A professor in the Perelman School of Medicine wrote a book about his experience being diagnosed with a rare disease and conducting his own research to try and find a cure.
David Fajgenbaum, who received a Penn medical degree in 2012 and a Wharton MBA in 2015, published his book, "Chasing My Cure: A Doctor’s Race to Turn Hope into Action" in September. The book details Fajgenbaum's research and experience with Castleman disease, a rare disease that attacks the body’s immune system, which he was diagnosed with while enrolled in medical school.
When he relapsed while taking an experimental treatment and learned there were no other drugs in development, he began conducting research on his own samples and was eventually able to find a treatment option that kept him alive.
Fajgenbaum said his goals in writing the book were tri-fold: He aimed to share his experience and life lessons with the world, raise awareness for Castleman disease and rare diseases in general, and highlight his approach to research.
“I learned a lot about life and a lot about living from nearly dying five times,” Fajgenbaum said.
The book also addressed his research approach, Fajgenbaum said. When conducting research on Castleman disease, Fajgenbaum used unconventional methods to establish connections with researchers, health care providers, and patients in the United States and around the world. This collaborative approach ensured the best possible measures were being taken to discover new treatment options and improve diagnoses.
In 2012, Fajgenbaum established the Castleman Disease Collaborative Network, a foundation that seeks to expand research on the disease, spread awareness, and help connect Castleman patients, researchers, and health care providers through a singular database.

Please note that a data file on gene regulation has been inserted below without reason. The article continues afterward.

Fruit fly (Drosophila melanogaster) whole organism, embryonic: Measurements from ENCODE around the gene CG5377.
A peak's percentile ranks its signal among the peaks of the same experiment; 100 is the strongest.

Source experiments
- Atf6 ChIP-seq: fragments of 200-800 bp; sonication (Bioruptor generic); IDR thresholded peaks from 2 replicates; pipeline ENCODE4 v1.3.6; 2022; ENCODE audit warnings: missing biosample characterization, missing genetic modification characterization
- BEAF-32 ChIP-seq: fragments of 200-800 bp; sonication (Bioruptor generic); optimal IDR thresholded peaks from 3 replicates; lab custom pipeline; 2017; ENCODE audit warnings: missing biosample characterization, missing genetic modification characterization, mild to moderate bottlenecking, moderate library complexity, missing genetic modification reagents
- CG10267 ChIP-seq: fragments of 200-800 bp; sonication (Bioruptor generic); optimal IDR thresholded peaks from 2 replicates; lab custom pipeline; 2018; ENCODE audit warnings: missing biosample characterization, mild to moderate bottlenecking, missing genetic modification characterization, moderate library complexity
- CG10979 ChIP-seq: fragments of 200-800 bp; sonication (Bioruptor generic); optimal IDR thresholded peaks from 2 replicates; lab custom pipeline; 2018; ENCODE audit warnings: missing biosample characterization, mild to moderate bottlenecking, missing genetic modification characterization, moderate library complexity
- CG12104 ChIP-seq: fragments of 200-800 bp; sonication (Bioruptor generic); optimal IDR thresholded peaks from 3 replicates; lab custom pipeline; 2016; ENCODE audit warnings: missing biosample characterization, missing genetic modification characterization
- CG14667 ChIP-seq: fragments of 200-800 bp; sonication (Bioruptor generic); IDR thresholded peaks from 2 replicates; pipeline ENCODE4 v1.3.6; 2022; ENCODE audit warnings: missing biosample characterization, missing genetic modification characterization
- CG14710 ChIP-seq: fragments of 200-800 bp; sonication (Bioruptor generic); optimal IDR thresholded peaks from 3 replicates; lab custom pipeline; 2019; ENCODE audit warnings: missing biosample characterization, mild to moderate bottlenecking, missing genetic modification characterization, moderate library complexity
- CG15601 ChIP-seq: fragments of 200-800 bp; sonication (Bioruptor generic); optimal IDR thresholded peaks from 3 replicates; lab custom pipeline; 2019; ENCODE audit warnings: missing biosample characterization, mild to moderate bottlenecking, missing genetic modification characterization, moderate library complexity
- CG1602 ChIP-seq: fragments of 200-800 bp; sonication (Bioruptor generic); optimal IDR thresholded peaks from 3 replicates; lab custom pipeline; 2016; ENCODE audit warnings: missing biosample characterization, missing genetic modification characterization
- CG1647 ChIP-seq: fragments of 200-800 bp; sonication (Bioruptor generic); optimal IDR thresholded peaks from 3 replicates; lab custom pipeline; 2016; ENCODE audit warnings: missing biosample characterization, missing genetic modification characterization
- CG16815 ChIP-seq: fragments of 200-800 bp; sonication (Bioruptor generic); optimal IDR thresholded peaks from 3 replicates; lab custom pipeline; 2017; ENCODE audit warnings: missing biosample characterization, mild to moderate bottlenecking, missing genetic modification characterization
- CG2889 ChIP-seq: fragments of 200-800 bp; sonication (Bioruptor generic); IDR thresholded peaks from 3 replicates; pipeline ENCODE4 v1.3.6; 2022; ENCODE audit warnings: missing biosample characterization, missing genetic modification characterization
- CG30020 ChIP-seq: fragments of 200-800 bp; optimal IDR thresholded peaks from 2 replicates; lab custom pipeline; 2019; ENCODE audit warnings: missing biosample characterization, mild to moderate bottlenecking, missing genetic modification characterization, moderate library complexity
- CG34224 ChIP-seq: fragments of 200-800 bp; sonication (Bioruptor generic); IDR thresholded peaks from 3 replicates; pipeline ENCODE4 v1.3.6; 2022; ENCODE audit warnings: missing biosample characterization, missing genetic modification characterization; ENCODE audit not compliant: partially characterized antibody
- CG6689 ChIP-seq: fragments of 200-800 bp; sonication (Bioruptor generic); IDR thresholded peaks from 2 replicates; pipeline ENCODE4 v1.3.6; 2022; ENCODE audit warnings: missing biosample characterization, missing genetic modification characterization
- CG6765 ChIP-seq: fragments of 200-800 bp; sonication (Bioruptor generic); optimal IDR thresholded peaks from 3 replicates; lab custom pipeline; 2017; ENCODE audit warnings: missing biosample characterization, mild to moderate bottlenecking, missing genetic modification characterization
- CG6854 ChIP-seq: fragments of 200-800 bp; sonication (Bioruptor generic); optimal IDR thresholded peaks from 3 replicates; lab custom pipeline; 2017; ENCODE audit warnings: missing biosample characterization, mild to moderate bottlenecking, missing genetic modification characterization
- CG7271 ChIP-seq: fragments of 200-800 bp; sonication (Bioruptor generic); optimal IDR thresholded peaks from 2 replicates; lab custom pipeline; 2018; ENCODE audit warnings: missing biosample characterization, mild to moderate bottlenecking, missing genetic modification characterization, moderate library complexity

“I got sick with Castleman disease, but I created this foundation so that there’s actually something positive that has come from it," he said. “It wasn’t something I found, it was something I created.”
Fajgenbaum said he believes his approach of trying to create positive change in difficult situations can be applied more generally, beyond rare disease research.
“Though my book is about me chasing a cure for my disease, it’s really just a universal tale about getting up and fighting back after life knocks you down,” Fajgenbaum said. “Maybe when we go through tough times we should think about what silver linings we can create.”
Fajgenbaum said he hopes the book will inspire people to turn their hopes into action, just as he has done for himself through his research.
“If we can actually use our hope to inspire action, then I think hope is the best thing in the world,” he said.
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